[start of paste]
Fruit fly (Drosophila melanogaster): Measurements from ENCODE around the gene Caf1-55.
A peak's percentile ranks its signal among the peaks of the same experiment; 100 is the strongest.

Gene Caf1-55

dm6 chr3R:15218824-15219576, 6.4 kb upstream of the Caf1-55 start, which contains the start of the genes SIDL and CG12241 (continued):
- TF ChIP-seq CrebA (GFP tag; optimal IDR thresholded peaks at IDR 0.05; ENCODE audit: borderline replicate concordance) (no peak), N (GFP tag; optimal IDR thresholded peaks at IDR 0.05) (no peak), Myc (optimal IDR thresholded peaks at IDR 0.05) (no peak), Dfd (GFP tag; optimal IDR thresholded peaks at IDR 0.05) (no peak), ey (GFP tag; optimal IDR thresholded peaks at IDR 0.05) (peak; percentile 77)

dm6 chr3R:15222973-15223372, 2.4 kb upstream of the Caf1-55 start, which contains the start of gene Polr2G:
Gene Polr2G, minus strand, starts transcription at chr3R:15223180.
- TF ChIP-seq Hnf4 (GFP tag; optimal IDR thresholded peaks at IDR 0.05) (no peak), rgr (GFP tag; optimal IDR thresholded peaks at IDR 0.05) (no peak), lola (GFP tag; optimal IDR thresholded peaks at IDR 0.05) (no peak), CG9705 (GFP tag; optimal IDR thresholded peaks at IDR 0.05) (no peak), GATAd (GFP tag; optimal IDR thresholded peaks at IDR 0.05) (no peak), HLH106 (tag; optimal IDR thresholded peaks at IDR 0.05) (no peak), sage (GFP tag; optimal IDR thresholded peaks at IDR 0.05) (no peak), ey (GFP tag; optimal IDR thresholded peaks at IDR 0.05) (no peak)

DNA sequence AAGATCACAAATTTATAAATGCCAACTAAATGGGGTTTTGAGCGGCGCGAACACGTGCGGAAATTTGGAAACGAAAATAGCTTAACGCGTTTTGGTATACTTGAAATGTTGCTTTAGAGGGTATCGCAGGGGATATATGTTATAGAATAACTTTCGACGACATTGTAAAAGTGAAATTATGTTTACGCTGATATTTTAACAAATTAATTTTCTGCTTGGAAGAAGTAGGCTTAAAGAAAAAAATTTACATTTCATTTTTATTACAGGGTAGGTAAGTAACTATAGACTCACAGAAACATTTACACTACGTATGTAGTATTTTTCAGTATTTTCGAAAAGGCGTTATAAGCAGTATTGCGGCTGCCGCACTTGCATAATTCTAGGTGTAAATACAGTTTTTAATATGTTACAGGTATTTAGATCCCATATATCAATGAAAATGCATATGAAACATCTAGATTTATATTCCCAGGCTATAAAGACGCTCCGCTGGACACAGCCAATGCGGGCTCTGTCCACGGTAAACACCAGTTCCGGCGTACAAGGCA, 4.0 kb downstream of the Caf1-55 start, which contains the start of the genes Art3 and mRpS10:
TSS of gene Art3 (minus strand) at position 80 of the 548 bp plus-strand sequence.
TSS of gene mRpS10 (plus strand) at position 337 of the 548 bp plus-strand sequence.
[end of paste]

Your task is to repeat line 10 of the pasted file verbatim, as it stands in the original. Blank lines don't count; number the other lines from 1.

TSS of gene Art3 (minus strand) at position 80 of the 548 bp plus-strand sequence.